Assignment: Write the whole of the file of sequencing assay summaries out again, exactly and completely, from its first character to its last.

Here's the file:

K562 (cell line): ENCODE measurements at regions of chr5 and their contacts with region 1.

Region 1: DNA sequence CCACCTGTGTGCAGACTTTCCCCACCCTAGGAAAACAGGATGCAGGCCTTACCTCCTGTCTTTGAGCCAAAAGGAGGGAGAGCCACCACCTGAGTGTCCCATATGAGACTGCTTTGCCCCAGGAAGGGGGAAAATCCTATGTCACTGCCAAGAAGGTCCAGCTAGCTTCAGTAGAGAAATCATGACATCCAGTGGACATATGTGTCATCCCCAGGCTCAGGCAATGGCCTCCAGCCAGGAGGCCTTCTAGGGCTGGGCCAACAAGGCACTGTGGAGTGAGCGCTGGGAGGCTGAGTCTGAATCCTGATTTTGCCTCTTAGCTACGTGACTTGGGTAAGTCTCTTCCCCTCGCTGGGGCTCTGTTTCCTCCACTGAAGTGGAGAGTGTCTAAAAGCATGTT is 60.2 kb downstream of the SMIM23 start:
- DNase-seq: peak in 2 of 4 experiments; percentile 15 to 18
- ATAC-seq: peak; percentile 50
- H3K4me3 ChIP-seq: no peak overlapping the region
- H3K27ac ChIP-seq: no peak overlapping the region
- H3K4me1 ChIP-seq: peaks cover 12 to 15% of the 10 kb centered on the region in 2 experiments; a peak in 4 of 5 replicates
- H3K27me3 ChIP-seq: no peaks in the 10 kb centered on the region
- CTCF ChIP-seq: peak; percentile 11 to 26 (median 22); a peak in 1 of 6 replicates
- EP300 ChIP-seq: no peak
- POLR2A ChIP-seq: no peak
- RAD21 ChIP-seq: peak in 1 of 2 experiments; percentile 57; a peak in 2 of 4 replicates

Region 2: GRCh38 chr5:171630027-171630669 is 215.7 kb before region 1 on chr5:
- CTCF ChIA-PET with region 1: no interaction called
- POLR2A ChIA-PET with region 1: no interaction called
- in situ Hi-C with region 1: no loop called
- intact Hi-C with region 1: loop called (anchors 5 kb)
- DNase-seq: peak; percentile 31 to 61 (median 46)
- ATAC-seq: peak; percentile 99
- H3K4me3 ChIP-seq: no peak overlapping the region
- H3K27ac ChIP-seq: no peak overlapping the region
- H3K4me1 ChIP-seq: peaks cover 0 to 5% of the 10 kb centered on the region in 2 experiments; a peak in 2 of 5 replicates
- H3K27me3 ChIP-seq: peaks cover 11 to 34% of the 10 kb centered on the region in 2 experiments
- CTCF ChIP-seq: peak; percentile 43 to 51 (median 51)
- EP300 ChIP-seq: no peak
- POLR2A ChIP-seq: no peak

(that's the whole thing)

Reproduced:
K562 (cell line): ENCODE measurements at regions of chr5 and their contacts with region 1.

Region 1: DNA sequence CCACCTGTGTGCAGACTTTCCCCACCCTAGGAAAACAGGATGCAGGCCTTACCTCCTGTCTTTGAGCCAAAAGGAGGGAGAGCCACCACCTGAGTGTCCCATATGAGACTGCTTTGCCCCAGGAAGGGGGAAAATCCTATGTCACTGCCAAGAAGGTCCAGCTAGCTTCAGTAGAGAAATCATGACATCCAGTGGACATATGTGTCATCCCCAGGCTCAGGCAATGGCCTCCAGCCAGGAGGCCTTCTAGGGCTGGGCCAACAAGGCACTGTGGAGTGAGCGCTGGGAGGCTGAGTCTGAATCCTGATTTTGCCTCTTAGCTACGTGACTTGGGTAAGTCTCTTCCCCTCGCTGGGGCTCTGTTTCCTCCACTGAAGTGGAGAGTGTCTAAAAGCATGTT is 60.2 kb downstream of the SMIM23 start:
- DNase-seq: peak in 2 of 4 experiments; percentile 15 to 18
- ATAC-seq: peak; percentile 50
- H3K4me3 ChIP-seq: no peak overlapping the region
- H3K27ac ChIP-seq: no peak overlapping the region
- H3K4me1 ChIP-seq: peaks cover 12 to 15% of the 10 kb centered on the region in 2 experiments; a peak in 4 of 5 replicates
- H3K27me3 ChIP-seq: no peaks in the 10 kb centered on the region
- CTCF ChIP-seq: peak; percentile 11 to 26 (median 22); a peak in 1 of 6 replicates
- EP300 ChIP-seq: no peak
- POLR2A ChIP-seq: no peak
- RAD21 ChIP-seq: peak in 1 of 2 experiments; percentile 57; a peak in 2 of 4 replicates

Region 2: GRCh38 chr5:171630027-171630669 is 215.7 kb before region 1 on chr5:
- CTCF ChIA-PET with region 1: no interaction called
- POLR2A ChIA-PET with region 1: no interaction called
- in situ Hi-C with region 1: no loop called
- intact Hi-C with region 1: loop called (anchors 5 kb)
- DNase-seq: peak; percentile 31 to 61 (median 46)
- ATAC-seq: peak; percentile 99
- H3K4me3 ChIP-seq: no peak overlapping the region
- H3K27ac ChIP-seq: no peak overlapping the region
- H3K4me1 ChIP-seq: peaks cover 0 to 5% of the 10 kb centered on the region in 2 experiments; a peak in 2 of 5 replicates
- H3K27me3 ChIP-seq: peaks cover 11 to 34% of the 10 kb centered on the region in 2 experiments
- CTCF ChIP-seq: peak; percentile 43 to 51 (median 51)
- EP300 ChIP-seq: no peak
- POLR2A ChIP-seq: no peak